Posted by: Peter G | Apr 17, 2006 8:55:58 PM

Thanks Peter for the explanation. It's a shame that the real issue was never addressed.

Posted by: Welch | Apr 17, 2006 9:54:06 PM

Welsh, don't jump to conclusions based on the oral argument. The proof is in the pudding -- will there be a DIG order in a week or so, or will there be an opinion in May or June sometime? Only time will tell. No one can necessarily say, based on the oral argument; sometimes the justices tip their hands, and sometimes they just don't.

Posted by: Peter G | Apr 17, 2006 10:03:54 PM

As I've noted in an e-mail directly to Peter, there are actually two reasons why the Court might DIG the case:

1. Because the omitted sentence-enhancing fact of firearms possession was implicit in the jury's verdict. If the jury actually found the fact, then the SCOTUS cannot use this case to decide whethe Apprendi errors are structural. However, that would mean that the Washington Supreme Court improperly afforded Recuenco a remedy, and I think it would be important for the SCOTUS to say so (and, in the process, elaborate on Scalia's Neder dissent) rather than toss the case outright.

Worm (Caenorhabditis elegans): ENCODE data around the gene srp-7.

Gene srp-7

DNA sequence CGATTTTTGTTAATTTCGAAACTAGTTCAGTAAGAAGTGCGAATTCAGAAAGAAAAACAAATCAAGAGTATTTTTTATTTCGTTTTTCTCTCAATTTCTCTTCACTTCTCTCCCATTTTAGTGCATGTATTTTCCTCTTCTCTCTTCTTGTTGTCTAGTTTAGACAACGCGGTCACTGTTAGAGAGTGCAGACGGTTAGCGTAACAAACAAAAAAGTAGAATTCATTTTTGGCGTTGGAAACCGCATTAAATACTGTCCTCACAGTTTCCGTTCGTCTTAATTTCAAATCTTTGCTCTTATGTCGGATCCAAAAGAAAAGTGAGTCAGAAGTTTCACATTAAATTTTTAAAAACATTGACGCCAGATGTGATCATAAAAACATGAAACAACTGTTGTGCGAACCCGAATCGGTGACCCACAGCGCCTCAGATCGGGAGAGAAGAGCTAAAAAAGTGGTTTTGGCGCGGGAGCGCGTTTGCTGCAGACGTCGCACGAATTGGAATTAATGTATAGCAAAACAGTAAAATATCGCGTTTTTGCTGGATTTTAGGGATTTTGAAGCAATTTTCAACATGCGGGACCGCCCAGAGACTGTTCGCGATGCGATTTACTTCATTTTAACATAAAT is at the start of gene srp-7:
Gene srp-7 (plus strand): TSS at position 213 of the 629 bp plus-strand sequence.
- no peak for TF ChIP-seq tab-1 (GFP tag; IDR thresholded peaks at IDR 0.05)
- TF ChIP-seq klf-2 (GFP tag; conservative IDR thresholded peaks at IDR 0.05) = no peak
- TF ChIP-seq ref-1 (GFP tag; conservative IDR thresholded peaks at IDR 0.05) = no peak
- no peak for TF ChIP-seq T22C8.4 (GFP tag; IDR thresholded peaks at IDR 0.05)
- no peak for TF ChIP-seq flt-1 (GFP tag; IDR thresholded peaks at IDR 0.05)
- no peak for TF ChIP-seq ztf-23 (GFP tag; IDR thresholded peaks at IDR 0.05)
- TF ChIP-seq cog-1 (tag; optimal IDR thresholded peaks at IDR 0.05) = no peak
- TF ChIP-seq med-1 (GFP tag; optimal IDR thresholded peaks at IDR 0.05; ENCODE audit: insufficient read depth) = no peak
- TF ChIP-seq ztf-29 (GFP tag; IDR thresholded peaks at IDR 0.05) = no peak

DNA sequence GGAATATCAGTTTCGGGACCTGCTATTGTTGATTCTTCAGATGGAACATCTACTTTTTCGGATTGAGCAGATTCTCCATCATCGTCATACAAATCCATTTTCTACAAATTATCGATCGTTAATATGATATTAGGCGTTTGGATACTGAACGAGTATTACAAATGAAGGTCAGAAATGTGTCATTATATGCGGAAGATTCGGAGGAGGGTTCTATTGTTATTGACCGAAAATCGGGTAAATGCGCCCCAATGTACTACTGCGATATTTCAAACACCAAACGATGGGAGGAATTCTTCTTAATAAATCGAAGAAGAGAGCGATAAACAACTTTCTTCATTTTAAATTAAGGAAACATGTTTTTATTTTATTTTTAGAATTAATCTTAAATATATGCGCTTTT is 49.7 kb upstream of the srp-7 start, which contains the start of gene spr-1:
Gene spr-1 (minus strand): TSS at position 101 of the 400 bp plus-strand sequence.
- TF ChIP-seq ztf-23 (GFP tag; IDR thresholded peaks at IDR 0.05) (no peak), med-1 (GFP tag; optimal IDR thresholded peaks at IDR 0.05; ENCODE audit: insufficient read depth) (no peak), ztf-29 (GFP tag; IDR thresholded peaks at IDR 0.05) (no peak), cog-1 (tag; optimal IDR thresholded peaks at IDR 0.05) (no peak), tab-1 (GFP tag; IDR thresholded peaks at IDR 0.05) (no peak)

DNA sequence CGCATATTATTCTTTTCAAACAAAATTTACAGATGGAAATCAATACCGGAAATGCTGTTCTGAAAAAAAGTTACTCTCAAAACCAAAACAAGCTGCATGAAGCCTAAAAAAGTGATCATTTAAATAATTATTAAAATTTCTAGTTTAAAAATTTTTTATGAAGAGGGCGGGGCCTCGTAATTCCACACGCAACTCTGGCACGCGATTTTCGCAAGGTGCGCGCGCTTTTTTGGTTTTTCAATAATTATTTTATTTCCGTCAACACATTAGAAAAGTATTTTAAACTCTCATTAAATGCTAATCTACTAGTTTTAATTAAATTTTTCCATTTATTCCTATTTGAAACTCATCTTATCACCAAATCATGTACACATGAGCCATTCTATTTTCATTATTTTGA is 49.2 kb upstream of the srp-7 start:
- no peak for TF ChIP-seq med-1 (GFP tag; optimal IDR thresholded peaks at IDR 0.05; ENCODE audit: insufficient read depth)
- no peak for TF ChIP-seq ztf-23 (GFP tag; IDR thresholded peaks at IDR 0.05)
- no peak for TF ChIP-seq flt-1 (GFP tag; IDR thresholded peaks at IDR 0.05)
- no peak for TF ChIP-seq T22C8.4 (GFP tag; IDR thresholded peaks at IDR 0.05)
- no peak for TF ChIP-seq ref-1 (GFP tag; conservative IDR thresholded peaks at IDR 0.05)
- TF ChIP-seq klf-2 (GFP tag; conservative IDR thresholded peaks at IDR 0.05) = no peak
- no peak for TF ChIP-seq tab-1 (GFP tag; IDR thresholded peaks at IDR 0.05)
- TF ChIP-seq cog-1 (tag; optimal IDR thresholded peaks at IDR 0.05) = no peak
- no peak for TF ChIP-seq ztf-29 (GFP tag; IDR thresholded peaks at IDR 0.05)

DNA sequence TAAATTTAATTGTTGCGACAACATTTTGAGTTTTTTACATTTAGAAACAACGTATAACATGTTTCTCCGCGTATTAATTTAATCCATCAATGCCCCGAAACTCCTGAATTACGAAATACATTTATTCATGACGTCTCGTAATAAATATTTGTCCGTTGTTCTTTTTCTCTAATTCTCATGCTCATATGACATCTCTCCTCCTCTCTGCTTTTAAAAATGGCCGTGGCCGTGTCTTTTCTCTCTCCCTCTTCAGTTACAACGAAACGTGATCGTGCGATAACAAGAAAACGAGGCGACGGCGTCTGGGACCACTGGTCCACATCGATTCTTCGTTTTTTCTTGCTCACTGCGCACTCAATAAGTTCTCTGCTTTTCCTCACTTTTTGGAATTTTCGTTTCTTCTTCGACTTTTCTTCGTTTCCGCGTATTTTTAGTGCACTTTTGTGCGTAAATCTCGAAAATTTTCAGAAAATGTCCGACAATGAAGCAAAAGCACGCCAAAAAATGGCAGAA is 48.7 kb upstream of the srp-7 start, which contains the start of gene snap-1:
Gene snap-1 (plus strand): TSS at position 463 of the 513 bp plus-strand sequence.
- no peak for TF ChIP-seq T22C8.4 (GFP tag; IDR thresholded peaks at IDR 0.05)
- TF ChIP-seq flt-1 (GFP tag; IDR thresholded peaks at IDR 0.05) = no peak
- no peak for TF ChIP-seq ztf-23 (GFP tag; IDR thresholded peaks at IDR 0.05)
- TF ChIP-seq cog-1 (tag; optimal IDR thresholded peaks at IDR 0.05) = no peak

2. The Court might adopt Recuenco's suggestion that factors unique to Washington law make harmless-error analysis impossible, even if Apprendi errors aren't strucural. I've already written an article, which Doug was nice enought to post, explaining why I think that argument is wrong.

At all events, if the Court DIGs the case, it probably will not explain why, and we will all be left speculating as to the reason..... I can't wait until the argument transcript is posted!

Posted by: Steve | Apr 18, 2006 10:51:30 AM